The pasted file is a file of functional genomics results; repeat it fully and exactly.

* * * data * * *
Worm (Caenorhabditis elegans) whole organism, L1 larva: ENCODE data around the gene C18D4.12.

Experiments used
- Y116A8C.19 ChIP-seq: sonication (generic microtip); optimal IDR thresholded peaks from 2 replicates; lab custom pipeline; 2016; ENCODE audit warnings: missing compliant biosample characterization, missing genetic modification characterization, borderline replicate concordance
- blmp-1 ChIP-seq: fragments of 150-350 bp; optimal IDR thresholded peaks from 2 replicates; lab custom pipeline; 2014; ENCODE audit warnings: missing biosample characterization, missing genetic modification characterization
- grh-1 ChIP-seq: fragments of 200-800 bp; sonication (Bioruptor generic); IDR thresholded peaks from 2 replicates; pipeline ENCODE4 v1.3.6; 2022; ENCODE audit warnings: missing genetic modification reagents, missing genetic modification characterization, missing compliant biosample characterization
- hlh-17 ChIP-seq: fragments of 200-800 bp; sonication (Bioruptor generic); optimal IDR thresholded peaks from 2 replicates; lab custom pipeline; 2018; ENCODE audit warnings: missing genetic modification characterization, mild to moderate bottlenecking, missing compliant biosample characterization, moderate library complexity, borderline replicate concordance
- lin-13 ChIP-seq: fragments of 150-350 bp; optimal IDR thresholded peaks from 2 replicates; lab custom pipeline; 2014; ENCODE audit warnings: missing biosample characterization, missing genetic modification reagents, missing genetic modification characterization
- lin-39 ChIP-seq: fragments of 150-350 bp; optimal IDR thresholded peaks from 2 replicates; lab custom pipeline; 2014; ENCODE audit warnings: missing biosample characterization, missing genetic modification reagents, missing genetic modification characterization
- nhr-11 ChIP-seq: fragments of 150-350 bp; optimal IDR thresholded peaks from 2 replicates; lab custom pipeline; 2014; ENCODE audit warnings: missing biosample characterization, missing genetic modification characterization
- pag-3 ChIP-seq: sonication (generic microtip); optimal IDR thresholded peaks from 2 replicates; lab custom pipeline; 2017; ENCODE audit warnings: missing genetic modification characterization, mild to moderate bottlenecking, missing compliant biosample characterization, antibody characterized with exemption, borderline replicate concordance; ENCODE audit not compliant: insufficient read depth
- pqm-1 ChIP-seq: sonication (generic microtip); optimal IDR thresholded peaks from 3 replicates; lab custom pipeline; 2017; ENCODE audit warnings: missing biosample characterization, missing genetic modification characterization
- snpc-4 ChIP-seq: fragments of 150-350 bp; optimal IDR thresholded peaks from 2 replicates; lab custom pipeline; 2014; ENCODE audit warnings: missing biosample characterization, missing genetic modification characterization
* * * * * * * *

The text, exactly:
Worm (Caenorhabditis elegans) whole organism, L1 larva: ENCODE data around the gene C18D4.12.

Experiments used
- Y116A8C.19 ChIP-seq: sonication (generic microtip); optimal IDR thresholded peaks from 2 replicates; lab custom pipeline; 2016; ENCODE audit warnings: missing compliant biosample characterization, missing genetic modification characterization, borderline replicate concordance
- blmp-1 ChIP-seq: fragments of 150-350 bp; optimal IDR thresholded peaks from 2 replicates; lab custom pipeline; 2014; ENCODE audit warnings: missing biosample characterization, missing genetic modification characterization
- grh-1 ChIP-seq: fragments of 200-800 bp; sonication (Bioruptor generic); IDR thresholded peaks from 2 replicates; pipeline ENCODE4 v1.3.6; 2022; ENCODE audit warnings: missing genetic modification reagents, missing genetic modification characterization, missing compliant biosample characterization
- hlh-17 ChIP-seq: fragments of 200-800 bp; sonication (Bioruptor generic); optimal IDR thresholded peaks from 2 replicates; lab custom pipeline; 2018; ENCODE audit warnings: missing genetic modification characterization, mild to moderate bottlenecking, missing compliant biosample characterization, moderate library complexity, borderline replicate concordance
- lin-13 ChIP-seq: fragments of 150-350 bp; optimal IDR thresholded peaks from 2 replicates; lab custom pipeline; 2014; ENCODE audit warnings: missing biosample characterization, missing genetic modification reagents, missing genetic modification characterization
- lin-39 ChIP-seq: fragments of 150-350 bp; optimal IDR thresholded peaks from 2 replicates; lab custom pipeline; 2014; ENCODE audit warnings: missing biosample characterization, missing genetic modification reagents, missing genetic modification characterization
- nhr-11 ChIP-seq: fragments of 150-350 bp; optimal IDR thresholded peaks from 2 replicates; lab custom pipeline; 2014; ENCODE audit warnings: missing biosample characterization, missing genetic modification characterization
- pag-3 ChIP-seq: sonication (generic microtip); optimal IDR thresholded peaks from 2 replicates; lab custom pipeline; 2017; ENCODE audit warnings: missing genetic modification characterization, mild to moderate bottlenecking, missing compliant biosample characterization, antibody characterized with exemption, borderline replicate concordance; ENCODE audit not compliant: insufficient read depth
- pqm-1 ChIP-seq: sonication (generic microtip); optimal IDR thresholded peaks from 3 replicates; lab custom pipeline; 2017; ENCODE audit warnings: missing biosample characterization, missing genetic modification characterization
- snpc-4 ChIP-seq: fragments of 150-350 bp; optimal IDR thresholded peaks from 2 replicates; lab custom pipeline; 2014; ENCODE audit warnings: missing biosample characterization, missing genetic modification characterization